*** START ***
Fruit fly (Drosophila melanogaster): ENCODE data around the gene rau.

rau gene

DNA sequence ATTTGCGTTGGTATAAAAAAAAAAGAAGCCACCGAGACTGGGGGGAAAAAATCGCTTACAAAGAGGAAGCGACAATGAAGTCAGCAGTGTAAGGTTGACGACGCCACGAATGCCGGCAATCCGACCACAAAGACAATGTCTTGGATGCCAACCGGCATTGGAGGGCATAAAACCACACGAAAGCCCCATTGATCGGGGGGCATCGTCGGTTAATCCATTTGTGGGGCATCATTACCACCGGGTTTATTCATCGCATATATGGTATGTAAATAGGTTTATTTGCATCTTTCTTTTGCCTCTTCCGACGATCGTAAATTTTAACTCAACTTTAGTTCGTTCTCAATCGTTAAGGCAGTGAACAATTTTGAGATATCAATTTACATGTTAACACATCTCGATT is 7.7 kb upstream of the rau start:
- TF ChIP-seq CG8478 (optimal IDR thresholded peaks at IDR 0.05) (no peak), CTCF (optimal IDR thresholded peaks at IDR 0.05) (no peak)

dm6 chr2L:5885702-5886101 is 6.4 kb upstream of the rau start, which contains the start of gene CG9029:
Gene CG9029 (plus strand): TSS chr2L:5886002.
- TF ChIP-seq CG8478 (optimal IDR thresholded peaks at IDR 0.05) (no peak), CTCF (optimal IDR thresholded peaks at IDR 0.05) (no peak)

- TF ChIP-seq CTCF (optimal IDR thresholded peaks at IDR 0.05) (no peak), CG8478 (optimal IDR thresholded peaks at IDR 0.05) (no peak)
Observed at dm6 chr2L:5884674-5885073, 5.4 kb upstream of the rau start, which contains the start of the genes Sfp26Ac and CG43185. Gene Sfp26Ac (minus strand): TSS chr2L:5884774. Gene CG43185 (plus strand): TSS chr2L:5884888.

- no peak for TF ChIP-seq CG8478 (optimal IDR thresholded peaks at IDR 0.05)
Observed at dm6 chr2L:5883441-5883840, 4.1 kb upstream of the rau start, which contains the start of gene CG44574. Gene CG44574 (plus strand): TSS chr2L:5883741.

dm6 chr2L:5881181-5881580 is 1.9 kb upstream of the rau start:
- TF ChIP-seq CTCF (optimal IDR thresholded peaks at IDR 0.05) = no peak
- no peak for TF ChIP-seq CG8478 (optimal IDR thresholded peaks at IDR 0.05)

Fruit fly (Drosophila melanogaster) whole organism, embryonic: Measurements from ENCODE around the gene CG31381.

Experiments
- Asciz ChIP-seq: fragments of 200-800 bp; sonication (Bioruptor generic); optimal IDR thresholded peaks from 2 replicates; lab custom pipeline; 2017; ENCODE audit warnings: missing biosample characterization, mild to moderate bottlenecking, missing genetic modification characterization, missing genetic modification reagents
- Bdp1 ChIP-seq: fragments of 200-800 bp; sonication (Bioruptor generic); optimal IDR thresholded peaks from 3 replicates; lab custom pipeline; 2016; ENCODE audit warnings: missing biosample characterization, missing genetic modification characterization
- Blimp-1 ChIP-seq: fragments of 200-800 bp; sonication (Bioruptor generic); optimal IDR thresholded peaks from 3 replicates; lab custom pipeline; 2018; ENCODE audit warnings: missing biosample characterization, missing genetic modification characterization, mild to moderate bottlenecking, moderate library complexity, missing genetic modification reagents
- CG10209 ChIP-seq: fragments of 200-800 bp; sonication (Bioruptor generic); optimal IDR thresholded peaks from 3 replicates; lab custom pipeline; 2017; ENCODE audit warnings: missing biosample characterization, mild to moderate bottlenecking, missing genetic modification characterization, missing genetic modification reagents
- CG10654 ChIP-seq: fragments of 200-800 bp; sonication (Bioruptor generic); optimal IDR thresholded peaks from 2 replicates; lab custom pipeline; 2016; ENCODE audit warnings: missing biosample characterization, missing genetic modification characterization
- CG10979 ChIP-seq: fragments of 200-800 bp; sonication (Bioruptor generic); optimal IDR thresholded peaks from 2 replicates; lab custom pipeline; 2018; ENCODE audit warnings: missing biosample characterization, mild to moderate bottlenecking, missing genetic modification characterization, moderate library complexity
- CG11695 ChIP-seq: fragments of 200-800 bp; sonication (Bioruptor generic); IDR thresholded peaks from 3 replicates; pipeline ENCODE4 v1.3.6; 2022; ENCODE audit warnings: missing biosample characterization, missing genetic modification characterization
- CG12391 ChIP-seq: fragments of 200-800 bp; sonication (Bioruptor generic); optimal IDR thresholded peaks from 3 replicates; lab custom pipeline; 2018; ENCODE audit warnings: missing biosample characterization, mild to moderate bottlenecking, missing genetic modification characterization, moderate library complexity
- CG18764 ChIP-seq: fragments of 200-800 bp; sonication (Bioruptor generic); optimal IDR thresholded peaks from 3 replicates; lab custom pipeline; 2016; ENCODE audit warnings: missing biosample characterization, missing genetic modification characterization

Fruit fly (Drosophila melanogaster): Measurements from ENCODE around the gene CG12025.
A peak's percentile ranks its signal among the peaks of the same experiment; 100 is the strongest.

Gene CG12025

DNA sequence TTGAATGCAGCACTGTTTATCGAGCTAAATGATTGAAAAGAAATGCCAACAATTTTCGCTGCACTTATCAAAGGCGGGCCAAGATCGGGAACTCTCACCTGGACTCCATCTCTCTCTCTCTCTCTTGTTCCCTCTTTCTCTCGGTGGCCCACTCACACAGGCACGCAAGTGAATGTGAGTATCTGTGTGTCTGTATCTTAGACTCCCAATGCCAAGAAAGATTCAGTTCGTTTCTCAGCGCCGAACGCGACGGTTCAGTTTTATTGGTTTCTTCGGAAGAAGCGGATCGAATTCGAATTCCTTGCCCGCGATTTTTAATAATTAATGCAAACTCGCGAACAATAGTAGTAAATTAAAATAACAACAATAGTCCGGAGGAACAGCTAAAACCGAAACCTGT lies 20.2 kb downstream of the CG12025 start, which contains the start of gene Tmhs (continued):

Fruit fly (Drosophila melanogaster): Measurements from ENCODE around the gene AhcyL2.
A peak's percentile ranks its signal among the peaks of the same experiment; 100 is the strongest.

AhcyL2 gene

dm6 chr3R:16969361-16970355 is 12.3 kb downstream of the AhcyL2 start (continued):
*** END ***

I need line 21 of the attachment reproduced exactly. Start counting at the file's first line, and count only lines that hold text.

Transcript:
- CG10654 ChIP-seq: fragments of 200-800 bp; sonication (Bioruptor generic); optimal IDR thresholded peaks from 2 replicates; lab custom pipeline; 2016; ENCODE audit warnings: missing biosample characterization, missing genetic modification characterization